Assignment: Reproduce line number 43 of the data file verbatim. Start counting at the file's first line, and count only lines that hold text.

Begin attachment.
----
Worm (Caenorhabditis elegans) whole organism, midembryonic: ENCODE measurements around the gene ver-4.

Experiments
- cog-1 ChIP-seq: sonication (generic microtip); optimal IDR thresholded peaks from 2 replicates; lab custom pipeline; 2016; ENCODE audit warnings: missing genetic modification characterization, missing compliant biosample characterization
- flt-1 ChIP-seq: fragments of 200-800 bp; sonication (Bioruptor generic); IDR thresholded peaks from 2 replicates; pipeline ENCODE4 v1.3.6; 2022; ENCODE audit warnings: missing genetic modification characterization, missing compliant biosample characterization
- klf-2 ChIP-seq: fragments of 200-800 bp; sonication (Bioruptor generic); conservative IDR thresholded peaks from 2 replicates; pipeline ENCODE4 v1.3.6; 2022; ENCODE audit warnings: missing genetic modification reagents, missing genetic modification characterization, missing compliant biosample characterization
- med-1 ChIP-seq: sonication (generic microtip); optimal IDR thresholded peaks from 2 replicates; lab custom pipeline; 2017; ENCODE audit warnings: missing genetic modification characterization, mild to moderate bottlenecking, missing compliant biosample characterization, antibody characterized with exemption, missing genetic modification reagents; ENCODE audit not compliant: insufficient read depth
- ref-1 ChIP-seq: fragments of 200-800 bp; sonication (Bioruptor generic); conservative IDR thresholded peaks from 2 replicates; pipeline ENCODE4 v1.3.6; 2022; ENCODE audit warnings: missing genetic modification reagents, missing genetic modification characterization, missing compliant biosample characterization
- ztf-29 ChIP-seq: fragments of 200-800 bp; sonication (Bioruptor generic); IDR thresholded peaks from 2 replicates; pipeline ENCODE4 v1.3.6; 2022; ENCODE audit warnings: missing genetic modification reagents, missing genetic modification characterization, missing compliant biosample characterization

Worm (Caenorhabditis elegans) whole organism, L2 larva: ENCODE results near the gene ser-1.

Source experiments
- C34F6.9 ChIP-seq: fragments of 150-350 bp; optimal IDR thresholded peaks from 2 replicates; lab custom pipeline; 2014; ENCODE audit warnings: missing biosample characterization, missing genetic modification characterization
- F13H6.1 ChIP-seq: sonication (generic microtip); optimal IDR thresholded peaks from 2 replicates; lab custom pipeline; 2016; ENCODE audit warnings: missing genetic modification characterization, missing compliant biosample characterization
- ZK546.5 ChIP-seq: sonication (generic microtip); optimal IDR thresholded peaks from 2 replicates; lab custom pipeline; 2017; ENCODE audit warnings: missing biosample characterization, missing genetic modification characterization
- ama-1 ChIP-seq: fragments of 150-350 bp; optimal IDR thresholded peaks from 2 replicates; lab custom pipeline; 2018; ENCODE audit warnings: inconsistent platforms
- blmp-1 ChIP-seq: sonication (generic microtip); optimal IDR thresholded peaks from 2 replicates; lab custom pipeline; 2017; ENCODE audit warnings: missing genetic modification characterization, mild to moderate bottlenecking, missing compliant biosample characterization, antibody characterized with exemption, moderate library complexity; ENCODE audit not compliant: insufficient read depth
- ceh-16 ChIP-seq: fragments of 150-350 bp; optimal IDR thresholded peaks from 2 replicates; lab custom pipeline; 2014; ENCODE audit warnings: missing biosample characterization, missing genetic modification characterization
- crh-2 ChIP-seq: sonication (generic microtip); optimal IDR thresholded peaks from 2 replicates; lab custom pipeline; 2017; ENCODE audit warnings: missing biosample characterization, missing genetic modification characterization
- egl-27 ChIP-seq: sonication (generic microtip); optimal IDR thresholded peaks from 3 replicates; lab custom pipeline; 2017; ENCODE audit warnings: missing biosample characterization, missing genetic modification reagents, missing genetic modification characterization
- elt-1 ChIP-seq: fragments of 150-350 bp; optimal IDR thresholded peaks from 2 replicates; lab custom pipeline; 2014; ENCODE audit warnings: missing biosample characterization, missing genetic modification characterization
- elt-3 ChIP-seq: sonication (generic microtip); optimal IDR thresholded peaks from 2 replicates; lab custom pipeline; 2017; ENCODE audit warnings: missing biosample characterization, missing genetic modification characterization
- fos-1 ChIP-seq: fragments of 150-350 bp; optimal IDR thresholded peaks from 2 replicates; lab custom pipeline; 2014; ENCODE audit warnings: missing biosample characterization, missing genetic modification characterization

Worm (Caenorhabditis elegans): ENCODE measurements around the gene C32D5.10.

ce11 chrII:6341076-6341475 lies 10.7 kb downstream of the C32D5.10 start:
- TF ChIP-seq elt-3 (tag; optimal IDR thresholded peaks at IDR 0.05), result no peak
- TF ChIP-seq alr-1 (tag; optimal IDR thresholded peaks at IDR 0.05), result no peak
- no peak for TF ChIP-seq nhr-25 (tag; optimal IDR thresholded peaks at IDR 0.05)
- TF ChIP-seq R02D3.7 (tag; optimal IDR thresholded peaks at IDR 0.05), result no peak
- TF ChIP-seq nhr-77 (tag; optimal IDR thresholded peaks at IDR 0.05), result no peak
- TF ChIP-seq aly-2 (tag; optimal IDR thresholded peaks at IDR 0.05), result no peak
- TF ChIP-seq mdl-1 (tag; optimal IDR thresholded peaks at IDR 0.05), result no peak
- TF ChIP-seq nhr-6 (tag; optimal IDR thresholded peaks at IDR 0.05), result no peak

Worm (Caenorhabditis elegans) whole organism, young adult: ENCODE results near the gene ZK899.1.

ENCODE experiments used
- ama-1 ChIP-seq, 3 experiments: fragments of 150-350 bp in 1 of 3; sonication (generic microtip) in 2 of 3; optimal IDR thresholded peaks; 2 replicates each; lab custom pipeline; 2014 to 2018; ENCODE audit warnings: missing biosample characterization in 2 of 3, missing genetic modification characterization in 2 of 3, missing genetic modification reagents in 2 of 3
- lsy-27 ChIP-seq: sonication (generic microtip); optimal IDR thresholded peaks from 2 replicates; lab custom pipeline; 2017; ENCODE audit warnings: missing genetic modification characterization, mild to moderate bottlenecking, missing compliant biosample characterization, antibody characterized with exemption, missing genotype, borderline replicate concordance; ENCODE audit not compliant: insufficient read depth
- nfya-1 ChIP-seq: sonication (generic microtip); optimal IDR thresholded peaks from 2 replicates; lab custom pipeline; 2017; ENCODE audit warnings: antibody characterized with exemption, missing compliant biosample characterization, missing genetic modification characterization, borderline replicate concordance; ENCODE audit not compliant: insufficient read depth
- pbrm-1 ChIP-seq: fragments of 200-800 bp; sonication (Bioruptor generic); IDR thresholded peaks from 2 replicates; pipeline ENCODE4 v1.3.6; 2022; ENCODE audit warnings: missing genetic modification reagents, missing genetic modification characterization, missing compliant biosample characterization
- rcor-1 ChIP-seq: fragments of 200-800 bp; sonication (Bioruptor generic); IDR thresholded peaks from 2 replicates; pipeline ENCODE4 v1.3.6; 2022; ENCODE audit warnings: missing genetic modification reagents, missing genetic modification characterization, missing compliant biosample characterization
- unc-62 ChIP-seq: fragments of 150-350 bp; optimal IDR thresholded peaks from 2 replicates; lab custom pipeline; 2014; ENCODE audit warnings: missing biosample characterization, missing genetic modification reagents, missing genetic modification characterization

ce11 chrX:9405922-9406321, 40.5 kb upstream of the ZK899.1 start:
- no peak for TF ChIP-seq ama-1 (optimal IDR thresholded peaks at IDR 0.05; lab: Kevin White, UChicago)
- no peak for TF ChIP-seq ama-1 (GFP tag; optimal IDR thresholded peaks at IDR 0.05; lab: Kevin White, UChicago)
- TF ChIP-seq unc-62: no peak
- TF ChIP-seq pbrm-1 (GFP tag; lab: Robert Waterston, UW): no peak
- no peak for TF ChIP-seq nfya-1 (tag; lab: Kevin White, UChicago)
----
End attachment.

- TF ChIP-seq unc-62: no peak